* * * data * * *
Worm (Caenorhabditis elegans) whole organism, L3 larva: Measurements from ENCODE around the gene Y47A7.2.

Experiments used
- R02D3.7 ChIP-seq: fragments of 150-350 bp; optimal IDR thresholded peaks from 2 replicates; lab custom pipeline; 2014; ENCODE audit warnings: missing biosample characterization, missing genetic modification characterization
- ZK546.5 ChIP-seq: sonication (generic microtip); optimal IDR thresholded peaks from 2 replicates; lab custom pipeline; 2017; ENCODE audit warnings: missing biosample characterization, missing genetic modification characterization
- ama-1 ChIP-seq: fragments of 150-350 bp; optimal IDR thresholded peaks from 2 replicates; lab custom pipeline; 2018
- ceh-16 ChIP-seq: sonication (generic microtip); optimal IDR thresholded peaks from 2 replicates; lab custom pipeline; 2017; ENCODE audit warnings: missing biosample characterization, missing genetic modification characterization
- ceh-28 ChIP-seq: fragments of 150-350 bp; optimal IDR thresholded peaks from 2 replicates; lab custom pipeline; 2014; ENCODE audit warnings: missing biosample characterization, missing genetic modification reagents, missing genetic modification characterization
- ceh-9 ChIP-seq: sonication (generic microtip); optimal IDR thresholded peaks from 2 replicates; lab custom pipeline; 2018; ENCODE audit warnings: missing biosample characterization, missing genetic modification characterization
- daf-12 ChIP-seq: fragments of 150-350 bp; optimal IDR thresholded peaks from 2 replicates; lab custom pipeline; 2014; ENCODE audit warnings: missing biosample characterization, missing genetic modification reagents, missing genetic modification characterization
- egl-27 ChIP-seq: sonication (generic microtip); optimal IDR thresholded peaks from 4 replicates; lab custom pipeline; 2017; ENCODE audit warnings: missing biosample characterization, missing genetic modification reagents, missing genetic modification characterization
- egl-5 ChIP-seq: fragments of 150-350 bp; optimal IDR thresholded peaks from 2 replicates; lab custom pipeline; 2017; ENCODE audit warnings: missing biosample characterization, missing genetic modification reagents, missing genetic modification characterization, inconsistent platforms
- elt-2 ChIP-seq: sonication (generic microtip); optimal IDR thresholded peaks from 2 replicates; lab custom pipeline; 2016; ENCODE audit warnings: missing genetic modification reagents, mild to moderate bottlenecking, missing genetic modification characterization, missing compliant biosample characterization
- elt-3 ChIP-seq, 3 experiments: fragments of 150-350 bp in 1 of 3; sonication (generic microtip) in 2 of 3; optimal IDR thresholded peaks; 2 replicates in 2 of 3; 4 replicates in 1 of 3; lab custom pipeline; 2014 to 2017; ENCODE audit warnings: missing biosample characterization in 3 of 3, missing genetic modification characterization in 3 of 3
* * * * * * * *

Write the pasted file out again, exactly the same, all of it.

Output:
Worm (Caenorhabditis elegans) whole organism, L3 larva: Measurements from ENCODE around the gene Y47A7.2.

Experiments used
- R02D3.7 ChIP-seq: fragments of 150-350 bp; optimal IDR thresholded peaks from 2 replicates; lab custom pipeline; 2014; ENCODE audit warnings: missing biosample characterization, missing genetic modification characterization
- ZK546.5 ChIP-seq: sonication (generic microtip); optimal IDR thresholded peaks from 2 replicates; lab custom pipeline; 2017; ENCODE audit warnings: missing biosample characterization, missing genetic modification characterization
- ama-1 ChIP-seq: fragments of 150-350 bp; optimal IDR thresholded peaks from 2 replicates; lab custom pipeline; 2018
- ceh-16 ChIP-seq: sonication (generic microtip); optimal IDR thresholded peaks from 2 replicates; lab custom pipeline; 2017; ENCODE audit warnings: missing biosample characterization, missing genetic modification characterization
- ceh-28 ChIP-seq: fragments of 150-350 bp; optimal IDR thresholded peaks from 2 replicates; lab custom pipeline; 2014; ENCODE audit warnings: missing biosample characterization, missing genetic modification reagents, missing genetic modification characterization
- ceh-9 ChIP-seq: sonication (generic microtip); optimal IDR thresholded peaks from 2 replicates; lab custom pipeline; 2018; ENCODE audit warnings: missing biosample characterization, missing genetic modification characterization
- daf-12 ChIP-seq: fragments of 150-350 bp; optimal IDR thresholded peaks from 2 replicates; lab custom pipeline; 2014; ENCODE audit warnings: missing biosample characterization, missing genetic modification reagents, missing genetic modification characterization
- egl-27 ChIP-seq: sonication (generic microtip); optimal IDR thresholded peaks from 4 replicates; lab custom pipeline; 2017; ENCODE audit warnings: missing biosample characterization, missing genetic modification reagents, missing genetic modification characterization
- egl-5 ChIP-seq: fragments of 150-350 bp; optimal IDR thresholded peaks from 2 replicates; lab custom pipeline; 2017; ENCODE audit warnings: missing biosample characterization, missing genetic modification reagents, missing genetic modification characterization, inconsistent platforms
- elt-2 ChIP-seq: sonication (generic microtip); optimal IDR thresholded peaks from 2 replicates; lab custom pipeline; 2016; ENCODE audit warnings: missing genetic modification reagents, mild to moderate bottlenecking, missing genetic modification characterization, missing compliant biosample characterization
- elt-3 ChIP-seq, 3 experiments: fragments of 150-350 bp in 1 of 3; sonication (generic microtip) in 2 of 3; optimal IDR thresholded peaks; 2 replicates in 2 of 3; 4 replicates in 1 of 3; lab custom pipeline; 2014 to 2017; ENCODE audit warnings: missing biosample characterization in 3 of 3, missing genetic modification characterization in 3 of 3